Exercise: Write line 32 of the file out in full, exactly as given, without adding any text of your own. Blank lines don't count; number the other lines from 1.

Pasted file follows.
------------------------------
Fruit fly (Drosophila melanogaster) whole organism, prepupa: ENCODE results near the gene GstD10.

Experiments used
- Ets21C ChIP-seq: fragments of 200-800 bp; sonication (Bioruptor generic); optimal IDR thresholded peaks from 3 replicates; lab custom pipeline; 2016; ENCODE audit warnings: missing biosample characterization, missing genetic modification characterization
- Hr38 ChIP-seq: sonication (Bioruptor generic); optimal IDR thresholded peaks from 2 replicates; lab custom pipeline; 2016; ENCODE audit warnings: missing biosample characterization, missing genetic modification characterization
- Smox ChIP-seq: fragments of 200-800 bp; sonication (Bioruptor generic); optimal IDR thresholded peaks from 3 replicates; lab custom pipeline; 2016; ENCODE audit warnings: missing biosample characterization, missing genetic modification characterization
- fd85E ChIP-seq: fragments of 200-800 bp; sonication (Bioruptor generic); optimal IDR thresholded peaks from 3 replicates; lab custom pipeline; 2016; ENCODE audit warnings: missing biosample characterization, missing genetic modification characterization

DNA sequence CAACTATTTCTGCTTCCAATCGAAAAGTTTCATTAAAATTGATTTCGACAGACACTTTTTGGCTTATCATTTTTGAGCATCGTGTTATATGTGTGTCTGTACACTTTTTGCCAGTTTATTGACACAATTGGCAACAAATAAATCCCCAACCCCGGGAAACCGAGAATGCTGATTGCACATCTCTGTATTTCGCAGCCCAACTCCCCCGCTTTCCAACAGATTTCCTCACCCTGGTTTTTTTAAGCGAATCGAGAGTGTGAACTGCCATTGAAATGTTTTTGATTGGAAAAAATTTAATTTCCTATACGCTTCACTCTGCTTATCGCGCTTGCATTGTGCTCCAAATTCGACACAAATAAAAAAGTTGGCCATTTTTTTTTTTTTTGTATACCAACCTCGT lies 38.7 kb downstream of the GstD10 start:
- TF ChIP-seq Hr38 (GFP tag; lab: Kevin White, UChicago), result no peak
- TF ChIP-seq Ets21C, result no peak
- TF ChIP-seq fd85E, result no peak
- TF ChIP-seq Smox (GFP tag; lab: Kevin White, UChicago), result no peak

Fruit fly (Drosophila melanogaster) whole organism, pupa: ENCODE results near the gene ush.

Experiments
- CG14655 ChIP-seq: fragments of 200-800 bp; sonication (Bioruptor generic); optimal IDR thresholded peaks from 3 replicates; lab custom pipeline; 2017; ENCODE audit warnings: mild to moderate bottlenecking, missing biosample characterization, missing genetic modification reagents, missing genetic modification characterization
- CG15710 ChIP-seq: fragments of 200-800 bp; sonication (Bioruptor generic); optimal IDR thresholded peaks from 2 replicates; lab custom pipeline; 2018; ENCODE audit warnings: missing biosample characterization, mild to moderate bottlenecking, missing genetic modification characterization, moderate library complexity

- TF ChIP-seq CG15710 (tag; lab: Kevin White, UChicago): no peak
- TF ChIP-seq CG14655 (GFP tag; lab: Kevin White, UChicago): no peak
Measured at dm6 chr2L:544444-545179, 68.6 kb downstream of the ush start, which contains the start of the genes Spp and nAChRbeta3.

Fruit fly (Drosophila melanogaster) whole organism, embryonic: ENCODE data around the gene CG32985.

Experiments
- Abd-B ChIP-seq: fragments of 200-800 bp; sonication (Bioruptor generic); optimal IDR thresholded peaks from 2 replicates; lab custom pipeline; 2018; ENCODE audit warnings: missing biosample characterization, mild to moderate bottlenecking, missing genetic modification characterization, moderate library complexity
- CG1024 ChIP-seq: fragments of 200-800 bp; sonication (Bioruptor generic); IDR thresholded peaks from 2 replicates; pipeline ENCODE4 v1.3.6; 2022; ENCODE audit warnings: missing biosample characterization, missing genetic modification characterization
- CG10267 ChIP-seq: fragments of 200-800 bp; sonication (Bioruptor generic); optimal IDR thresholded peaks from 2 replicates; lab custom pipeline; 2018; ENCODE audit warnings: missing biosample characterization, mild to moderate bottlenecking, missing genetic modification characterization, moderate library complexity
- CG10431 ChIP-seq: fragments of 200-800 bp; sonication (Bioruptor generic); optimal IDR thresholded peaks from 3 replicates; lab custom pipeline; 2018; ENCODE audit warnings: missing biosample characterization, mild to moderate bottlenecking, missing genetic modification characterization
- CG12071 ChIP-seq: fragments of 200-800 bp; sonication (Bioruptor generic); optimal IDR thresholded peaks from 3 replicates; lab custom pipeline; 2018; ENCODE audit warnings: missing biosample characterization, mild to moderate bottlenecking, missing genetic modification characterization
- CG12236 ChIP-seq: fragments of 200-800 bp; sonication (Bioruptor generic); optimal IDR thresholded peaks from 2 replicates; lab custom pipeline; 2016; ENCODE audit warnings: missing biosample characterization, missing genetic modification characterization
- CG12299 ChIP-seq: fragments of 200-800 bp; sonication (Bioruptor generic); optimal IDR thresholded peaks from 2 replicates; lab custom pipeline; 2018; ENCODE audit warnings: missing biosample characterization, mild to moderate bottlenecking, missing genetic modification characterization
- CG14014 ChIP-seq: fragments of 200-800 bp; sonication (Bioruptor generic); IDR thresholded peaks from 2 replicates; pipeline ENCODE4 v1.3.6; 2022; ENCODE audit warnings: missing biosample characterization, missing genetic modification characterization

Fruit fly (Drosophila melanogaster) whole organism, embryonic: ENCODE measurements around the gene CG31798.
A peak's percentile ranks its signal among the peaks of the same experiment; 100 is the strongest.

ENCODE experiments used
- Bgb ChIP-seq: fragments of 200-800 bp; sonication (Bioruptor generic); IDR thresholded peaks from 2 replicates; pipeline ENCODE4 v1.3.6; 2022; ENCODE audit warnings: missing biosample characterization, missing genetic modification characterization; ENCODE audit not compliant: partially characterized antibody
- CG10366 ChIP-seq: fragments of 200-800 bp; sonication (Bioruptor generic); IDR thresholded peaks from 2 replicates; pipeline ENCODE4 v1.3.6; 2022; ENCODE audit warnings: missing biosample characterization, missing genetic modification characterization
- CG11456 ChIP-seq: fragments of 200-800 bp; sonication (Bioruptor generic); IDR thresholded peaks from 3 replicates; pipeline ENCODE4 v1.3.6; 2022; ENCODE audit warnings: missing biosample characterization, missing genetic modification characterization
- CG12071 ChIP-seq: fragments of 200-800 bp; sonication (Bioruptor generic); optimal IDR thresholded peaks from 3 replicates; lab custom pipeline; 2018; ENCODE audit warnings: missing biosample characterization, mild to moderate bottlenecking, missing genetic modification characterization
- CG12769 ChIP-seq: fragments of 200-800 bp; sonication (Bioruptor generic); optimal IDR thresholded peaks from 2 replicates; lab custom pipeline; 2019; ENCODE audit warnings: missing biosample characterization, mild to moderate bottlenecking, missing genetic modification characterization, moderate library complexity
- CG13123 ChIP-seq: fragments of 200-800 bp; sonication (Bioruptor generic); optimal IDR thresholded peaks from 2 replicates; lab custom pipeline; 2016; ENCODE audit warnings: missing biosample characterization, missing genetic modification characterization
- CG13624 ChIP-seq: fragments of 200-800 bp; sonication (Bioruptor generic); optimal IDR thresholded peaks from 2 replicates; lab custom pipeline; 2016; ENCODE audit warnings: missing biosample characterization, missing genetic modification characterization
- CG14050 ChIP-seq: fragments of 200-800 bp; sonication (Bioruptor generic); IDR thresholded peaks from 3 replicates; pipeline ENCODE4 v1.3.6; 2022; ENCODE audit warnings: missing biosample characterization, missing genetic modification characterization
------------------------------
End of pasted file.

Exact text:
- Bgb ChIP-seq: fragments of 200-800 bp; sonication (Bioruptor generic); IDR thresholded peaks from 2 replicates; pipeline ENCODE4 v1.3.6; 2022; ENCODE audit warnings: missing biosample characterization, missing genetic modification characterization; ENCODE audit not compliant: partially characterized antibody